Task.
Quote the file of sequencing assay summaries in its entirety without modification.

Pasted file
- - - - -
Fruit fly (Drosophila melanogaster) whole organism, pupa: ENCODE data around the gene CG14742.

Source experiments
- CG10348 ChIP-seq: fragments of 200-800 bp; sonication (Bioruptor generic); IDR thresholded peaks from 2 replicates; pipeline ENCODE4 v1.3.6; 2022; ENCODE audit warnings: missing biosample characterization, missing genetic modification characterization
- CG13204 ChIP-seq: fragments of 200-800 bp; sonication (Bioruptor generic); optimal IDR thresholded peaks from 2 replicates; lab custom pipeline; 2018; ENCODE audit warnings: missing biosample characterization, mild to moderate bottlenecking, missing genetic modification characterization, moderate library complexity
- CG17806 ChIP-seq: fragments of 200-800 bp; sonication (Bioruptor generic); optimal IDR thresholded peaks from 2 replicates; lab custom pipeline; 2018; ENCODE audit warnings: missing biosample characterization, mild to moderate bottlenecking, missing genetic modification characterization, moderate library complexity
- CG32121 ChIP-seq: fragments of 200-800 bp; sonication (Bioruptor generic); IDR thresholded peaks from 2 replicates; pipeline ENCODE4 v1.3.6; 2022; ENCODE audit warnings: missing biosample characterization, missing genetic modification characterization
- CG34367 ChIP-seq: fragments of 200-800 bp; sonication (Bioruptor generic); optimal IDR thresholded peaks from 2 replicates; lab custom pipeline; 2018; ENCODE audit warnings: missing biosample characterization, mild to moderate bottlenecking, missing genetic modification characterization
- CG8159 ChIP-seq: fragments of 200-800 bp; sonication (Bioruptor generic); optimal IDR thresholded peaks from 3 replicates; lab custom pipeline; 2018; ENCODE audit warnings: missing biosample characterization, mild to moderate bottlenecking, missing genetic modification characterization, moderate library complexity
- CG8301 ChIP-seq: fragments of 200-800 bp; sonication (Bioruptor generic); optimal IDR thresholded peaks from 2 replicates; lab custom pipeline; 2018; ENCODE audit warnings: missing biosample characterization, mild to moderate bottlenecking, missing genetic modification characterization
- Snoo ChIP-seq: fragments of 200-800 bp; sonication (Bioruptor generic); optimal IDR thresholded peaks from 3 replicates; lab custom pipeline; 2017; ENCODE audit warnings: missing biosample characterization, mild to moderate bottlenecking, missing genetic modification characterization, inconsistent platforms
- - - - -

Fruit fly (Drosophila melanogaster) whole organism, pupa: ENCODE data around the gene CG14742.

Source experiments
- CG10348 ChIP-seq: fragments of 200-800 bp; sonication (Bioruptor generic); IDR thresholded peaks from 2 replicates; pipeline ENCODE4 v1.3.6; 2022; ENCODE audit warnings: missing biosample characterization, missing genetic modification characterization
- CG13204 ChIP-seq: fragments of 200-800 bp; sonication (Bioruptor generic); optimal IDR thresholded peaks from 2 replicates; lab custom pipeline; 2018; ENCODE audit warnings: missing biosample characterization, mild to moderate bottlenecking, missing genetic modification characterization, moderate library complexity
- CG17806 ChIP-seq: fragments of 200-800 bp; sonication (Bioruptor generic); optimal IDR thresholded peaks from 2 replicates; lab custom pipeline; 2018; ENCODE audit warnings: missing biosample characterization, mild to moderate bottlenecking, missing genetic modification characterization, moderate library complexity
- CG32121 ChIP-seq: fragments of 200-800 bp; sonication (Bioruptor generic); IDR thresholded peaks from 2 replicates; pipeline ENCODE4 v1.3.6; 2022; ENCODE audit warnings: missing biosample characterization, missing genetic modification characterization
- CG34367 ChIP-seq: fragments of 200-800 bp; sonication (Bioruptor generic); optimal IDR thresholded peaks from 2 replicates; lab custom pipeline; 2018; ENCODE audit warnings: missing biosample characterization, mild to moderate bottlenecking, missing genetic modification characterization
- CG8159 ChIP-seq: fragments of 200-800 bp; sonication (Bioruptor generic); optimal IDR thresholded peaks from 3 replicates; lab custom pipeline; 2018; ENCODE audit warnings: missing biosample characterization, mild to moderate bottlenecking, missing genetic modification characterization, moderate library complexity
- CG8301 ChIP-seq: fragments of 200-800 bp; sonication (Bioruptor generic); optimal IDR thresholded peaks from 2 replicates; lab custom pipeline; 2018; ENCODE audit warnings: missing biosample characterization, mild to moderate bottlenecking, missing genetic modification characterization
- Snoo ChIP-seq: fragments of 200-800 bp; sonication (Bioruptor generic); optimal IDR thresholded peaks from 3 replicates; lab custom pipeline; 2017; ENCODE audit warnings: missing biosample characterization, mild to moderate bottlenecking, missing genetic modification characterization, inconsistent platforms